Driverless cars promise safer roads, less congestion, more free time for drivers, and independence for those currently unable to drive – but what will the reality actually look like? Dr Stewart Birrell reports.
Anyone buying a new vehicle today will see there is already a staggering level of connectivity and autonomy in our cars compared to just a decade ago. However, to be classed as ‘fully autonomous’, driverless cars would need to be capable of carrying out all the operational functions of a traditional vehicle, without the need for a human operator.
A truly connected car would connect to devices within the vehicle, as well as external networks such as the internet. This could provide system diagnostics to your garage, directions to the nearest parking space in real time, or instigating an immediate roadside assistance response in the event of an accident.
The opportunities for OEMs, suppliers and small businesses afforded by the new technologies are huge. New technologies may also mean new business models and new start-ups. A survey by the Society of Motor Manufacturers & Traders (SMMT) has predicted this would lead to an industry worth in the region of £51bn a year, and the creation of 320,000 new jobs in the UK.
With the expected economic and social benefits so high, and the rapid progress being made in the technology, connected and autonomous vehicles are coming to market whether the majority of real car drivers actually want it or not.
However, where developments are being driven by a technology push rather than a consumer pull, there is a real risk that testing and validation of the robustness and trustworthiness of automated systems will lag behind.
At the same time, if consumer needs and response behaviours regarding the technology are not properly considered, it will be that much harder to create products that the public will trust and use.
People are generally receptive to the technology, and certainly intrigued by how it is developing, but react in different ways. Early adopters have a tendency to trust the technology a little too much, like the Tesla drivers who have posted videos of themselves doing other tasks, when they should be monitoring the ‘autopilot’.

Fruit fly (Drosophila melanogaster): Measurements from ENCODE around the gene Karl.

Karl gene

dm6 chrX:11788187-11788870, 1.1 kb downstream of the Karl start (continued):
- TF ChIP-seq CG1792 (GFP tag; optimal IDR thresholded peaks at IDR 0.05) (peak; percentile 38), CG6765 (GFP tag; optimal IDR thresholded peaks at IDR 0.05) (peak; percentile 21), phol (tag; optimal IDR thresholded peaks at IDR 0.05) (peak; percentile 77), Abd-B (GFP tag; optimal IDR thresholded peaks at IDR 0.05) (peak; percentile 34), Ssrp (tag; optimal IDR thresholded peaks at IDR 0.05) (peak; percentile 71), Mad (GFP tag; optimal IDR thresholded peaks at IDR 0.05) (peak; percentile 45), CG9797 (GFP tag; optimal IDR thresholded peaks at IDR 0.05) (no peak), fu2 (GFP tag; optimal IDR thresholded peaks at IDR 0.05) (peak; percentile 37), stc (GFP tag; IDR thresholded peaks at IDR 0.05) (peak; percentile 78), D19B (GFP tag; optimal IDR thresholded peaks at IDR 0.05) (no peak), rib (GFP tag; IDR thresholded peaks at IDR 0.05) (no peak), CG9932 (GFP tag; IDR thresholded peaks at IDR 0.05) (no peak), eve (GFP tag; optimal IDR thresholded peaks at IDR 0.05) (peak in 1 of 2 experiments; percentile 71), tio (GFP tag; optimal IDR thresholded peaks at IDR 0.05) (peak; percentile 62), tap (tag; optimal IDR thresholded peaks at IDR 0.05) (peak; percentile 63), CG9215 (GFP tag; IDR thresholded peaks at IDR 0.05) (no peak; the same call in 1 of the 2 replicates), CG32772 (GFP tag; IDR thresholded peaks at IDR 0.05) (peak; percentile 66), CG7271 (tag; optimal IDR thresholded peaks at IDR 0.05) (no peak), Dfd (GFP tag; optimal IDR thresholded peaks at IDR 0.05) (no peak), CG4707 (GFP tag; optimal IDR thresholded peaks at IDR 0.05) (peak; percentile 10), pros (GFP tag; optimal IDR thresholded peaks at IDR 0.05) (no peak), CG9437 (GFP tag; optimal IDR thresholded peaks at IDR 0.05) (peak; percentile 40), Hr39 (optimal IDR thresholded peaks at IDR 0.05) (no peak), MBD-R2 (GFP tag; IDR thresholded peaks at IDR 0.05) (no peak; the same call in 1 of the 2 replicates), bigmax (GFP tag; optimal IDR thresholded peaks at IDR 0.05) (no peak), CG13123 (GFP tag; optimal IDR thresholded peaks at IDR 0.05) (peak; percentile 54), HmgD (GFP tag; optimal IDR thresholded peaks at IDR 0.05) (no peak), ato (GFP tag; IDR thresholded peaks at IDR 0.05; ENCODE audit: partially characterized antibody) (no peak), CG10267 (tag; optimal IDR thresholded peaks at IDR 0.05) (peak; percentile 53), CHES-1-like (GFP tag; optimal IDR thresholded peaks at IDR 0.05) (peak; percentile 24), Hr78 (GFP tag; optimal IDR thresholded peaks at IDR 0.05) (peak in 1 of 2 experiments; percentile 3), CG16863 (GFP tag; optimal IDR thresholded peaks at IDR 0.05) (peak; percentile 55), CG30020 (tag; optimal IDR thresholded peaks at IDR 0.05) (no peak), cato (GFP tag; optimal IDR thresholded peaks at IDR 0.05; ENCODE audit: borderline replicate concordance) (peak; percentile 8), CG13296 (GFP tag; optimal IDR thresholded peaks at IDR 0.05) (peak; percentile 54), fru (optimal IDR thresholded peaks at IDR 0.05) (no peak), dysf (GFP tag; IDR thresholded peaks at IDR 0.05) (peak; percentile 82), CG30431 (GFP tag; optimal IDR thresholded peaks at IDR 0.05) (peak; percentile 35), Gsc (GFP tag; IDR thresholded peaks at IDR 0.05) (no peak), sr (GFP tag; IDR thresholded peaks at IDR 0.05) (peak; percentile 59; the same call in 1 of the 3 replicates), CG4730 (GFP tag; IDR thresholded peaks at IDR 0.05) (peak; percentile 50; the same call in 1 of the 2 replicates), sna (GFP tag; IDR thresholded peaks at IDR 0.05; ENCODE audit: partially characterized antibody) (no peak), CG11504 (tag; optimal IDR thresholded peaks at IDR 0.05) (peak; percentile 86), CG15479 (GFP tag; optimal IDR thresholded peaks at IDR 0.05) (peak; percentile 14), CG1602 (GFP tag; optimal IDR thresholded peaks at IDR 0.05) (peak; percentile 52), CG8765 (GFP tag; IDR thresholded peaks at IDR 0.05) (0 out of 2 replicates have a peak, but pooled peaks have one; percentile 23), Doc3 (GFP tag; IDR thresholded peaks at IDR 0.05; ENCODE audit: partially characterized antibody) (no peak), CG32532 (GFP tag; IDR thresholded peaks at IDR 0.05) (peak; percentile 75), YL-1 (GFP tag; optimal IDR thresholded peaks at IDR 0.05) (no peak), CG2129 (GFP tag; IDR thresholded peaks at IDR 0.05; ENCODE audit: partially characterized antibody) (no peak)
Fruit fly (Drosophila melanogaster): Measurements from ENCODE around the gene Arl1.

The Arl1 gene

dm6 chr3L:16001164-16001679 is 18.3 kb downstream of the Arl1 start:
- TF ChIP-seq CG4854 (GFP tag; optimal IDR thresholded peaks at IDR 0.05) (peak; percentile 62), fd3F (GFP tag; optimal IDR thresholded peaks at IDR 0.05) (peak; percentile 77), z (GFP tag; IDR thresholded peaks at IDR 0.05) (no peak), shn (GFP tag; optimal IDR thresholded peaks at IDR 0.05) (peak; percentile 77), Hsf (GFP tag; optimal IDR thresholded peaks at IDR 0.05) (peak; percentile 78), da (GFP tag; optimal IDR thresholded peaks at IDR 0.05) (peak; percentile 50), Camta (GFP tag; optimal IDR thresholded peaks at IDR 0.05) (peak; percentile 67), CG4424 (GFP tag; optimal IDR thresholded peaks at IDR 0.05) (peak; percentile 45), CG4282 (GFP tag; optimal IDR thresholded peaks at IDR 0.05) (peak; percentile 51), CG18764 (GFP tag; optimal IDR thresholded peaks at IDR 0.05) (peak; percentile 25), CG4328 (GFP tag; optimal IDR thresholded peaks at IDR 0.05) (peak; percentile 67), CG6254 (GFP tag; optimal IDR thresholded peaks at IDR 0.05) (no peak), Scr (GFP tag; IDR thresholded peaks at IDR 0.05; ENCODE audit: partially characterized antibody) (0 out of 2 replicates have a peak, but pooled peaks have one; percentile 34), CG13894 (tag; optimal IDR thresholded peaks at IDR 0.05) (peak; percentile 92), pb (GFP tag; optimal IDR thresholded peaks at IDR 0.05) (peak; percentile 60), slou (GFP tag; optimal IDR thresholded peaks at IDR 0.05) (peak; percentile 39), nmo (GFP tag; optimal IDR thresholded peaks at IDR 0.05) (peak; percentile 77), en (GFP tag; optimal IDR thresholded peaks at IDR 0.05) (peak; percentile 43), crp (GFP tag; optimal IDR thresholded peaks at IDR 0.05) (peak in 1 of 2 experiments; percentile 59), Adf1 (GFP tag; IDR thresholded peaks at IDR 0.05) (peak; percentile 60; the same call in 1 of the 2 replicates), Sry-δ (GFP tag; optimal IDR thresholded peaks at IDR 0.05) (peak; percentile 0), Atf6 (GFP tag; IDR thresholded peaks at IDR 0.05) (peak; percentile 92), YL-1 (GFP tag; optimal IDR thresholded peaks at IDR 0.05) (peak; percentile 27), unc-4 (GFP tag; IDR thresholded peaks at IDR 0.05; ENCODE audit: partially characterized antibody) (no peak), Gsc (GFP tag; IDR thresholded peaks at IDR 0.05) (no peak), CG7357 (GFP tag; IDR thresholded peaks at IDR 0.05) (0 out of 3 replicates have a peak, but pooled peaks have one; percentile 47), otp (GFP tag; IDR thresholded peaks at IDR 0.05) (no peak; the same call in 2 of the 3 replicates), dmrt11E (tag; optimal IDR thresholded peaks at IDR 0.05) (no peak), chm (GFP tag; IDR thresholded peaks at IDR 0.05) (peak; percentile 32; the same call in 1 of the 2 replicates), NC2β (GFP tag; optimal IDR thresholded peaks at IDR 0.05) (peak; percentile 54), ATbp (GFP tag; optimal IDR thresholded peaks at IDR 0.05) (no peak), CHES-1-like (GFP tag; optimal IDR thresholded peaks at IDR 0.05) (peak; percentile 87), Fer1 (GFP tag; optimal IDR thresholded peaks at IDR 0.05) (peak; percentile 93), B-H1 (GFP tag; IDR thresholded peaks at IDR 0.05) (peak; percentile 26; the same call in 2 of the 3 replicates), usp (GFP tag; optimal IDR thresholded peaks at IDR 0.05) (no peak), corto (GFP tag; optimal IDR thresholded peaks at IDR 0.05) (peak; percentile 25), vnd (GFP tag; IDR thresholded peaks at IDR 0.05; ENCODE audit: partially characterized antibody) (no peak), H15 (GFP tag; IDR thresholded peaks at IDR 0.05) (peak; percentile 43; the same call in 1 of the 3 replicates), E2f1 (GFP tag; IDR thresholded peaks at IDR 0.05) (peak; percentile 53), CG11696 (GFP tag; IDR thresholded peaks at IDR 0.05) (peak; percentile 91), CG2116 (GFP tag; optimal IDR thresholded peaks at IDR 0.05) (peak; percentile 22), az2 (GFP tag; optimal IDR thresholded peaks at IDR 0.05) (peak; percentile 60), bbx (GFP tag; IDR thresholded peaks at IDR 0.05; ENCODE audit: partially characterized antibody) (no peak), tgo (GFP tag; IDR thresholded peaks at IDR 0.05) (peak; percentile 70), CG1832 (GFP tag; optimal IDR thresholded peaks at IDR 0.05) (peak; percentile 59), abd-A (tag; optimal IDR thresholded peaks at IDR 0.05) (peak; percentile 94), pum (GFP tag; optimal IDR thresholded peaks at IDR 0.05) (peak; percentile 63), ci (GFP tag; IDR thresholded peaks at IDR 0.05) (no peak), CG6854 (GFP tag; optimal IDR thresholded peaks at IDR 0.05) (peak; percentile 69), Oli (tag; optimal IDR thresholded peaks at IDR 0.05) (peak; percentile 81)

Whereas the majority of ordinary drivers are very unlikely to use these technologies if they became freely available today because they don’t have enough experience to trust them. Surveys have shown that most vehicle owners don’t even use the features they do have, such as cruise control or lane keep assist, and many say they just do not want driverless cars. The automotive industry is going to have to make a concerted effort to change their minds.
At WMG (Warwick Manufacturing Group) our research is focused at the applied level, with the clear goal of facilitating technology transfer and knowledge creation for industry. We are testing the technology to ensure that it is not only safe and robust, but also that real end users are involved in all stages of development.
Two industry-led projects we’re currently working on are to speed up the validation and safety case for autonomous systems, and to create a ‘connected corridor’ of roads in the West Midlands where connected cars can be trialed.
Monitoring the driver
Another area, which interests me personally, is ‘driver state monitoring’, or DSM. This is where the driver is monitored when inside the car to determine, for example, if they are sleepy, or not paying attention to the road.
With this technology, there is the potential to personalise warnings, reducing the amount of alerts which would annoy the driver, thereby encouraging their use and preventing accidents caused by the drivers’ reaction to the safety features themselves.
DSM systems will be a common feature in premium vehicles within a few years, but the huge adoption of smart watches and fitness trackers means that much of this ‘state’ data is being collected anyway. Incorporating this, instead of expensive embedded sensors would make DSM affordable for many more drivers.
In an autonomous car, current research suggests a driver would need 8-10 seconds to take back control in an emergency. If the DSM system knows you are not aware, i.e., that you are distracted, or even asleep, then the car could warn you earlier, or apply the brakes for you rather than passing control back to a distracted driver.
Of course, there are other challenges to be solved before driverless cars take up residence on our roads, including clarification of legal and ethical frameworks. In the event of an accident, who is liable? Is it the driver, the software creator, or the manufacturer?
The law currently requires a human to be in control of his/her vehicle at all times. How would the law need to change before driverless cars can be accepted? With fully connected systems could a car, or even an entire road system be hacked?
It’s only by working on all these areas together, involving not just manufacturers but end users, insurers, lawmakers, and the general public who will encounter driverless cars, that we can create a safe and efficient future of intelligent vehicles.